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Indianapolis widow still waiting for husband's death certificate more than a month later

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Posted at 5:06 PM, Oct 01, 2021

INDIANAPOLIS — On August 18, 2021, Garon Craig’s husband, Scott, went to work and never made it home.

“He was nine days before his 47th birthday. He had a massive heart attack,” Craig said.

For weeks since he’s passed, she’s been calling the Marion County coroner’s office to obtain his death certificate. Now, the single mother of three with no benefits, found herself at a standstill.

“I understand they have protocols they have to go by. I get that,” Craig acknowledged. “But we are suffering out here. We can’t get the benefits that we need for our kids because if you don’t have a death certificate you have nothing.”

She explained she was told by someone at the coroner’s office they were waiting on the pathologist to do the toxicology test and it could be more time.

“I just want to know why this is happening to families because I know there are people worse off than me without a death certificate right now. I do know that,” she said. “And even our funeral director told me today that everybody is in this situation. It’s not just me. It’s everybody.”

“Where we are to date, we are more than 200 cases over last year, which last year we thought was an unprecedented historic year,” Alfarena McGinty, Marion County Chief Deputy Coroner said.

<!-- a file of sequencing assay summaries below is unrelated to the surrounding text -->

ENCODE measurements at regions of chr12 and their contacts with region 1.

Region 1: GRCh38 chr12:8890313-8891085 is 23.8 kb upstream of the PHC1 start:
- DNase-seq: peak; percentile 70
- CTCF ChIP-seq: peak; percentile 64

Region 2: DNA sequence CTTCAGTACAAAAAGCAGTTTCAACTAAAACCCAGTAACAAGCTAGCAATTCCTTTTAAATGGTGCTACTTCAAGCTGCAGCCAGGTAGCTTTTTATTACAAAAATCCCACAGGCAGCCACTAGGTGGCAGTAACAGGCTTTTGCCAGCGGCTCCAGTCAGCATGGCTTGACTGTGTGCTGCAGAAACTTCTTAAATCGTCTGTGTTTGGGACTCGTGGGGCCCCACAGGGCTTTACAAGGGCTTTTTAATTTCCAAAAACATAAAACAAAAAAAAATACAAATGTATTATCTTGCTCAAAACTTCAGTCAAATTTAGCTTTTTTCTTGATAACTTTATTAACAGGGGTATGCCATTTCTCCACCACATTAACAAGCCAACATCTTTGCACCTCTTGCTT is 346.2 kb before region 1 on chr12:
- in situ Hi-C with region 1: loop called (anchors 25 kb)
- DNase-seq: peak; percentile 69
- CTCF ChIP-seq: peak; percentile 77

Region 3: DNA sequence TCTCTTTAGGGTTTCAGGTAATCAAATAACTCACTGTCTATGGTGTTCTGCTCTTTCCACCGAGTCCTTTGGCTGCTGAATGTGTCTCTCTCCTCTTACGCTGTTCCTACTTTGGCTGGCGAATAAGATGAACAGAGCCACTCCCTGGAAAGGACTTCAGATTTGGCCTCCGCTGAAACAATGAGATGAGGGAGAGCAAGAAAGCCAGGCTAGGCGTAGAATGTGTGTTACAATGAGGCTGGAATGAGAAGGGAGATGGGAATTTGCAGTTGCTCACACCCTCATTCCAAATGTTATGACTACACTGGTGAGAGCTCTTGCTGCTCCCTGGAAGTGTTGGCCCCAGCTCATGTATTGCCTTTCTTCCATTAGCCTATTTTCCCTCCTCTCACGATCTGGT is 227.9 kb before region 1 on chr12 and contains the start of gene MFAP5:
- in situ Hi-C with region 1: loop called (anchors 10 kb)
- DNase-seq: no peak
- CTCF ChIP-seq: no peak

Already surpassing last year’s death investigations by more than 200 cases in Marion County alone, McGinty said they’re trying to figure out how to best address the surge in cases.

“We are still like, right in the middle of a pandemic, and the epidemic of drug overdose deaths, and the epidemic of homicides,” McGinty said. “So between the three of those, we are still in the thick of it. We are not getting a break.”

She said there’s a national shortage of forensic pathologists. Last year, they had to hire four additional traveling pathologists on top of their four existing in-house staff members to help with the case load.

They’re at a point she says where they are running into a shortage of space. "So, we have an off-site facility where we stored deceased and at our on-site facility and we are at capacity,” McGinty added. “We are at capacity to date.”

“Something needs to change,” Craig said. “Something needs to be brought to their attention to say, 'OK, this is a flawed system let’s fix it.'”

When WRTV reached out to the coroner’s office, they said the death certificate is now available and had someone reach out to Garon Craig to let her know. The coroner says they can work with funeral homes to issue a pending death certificate if they’re waiting on reports to come back.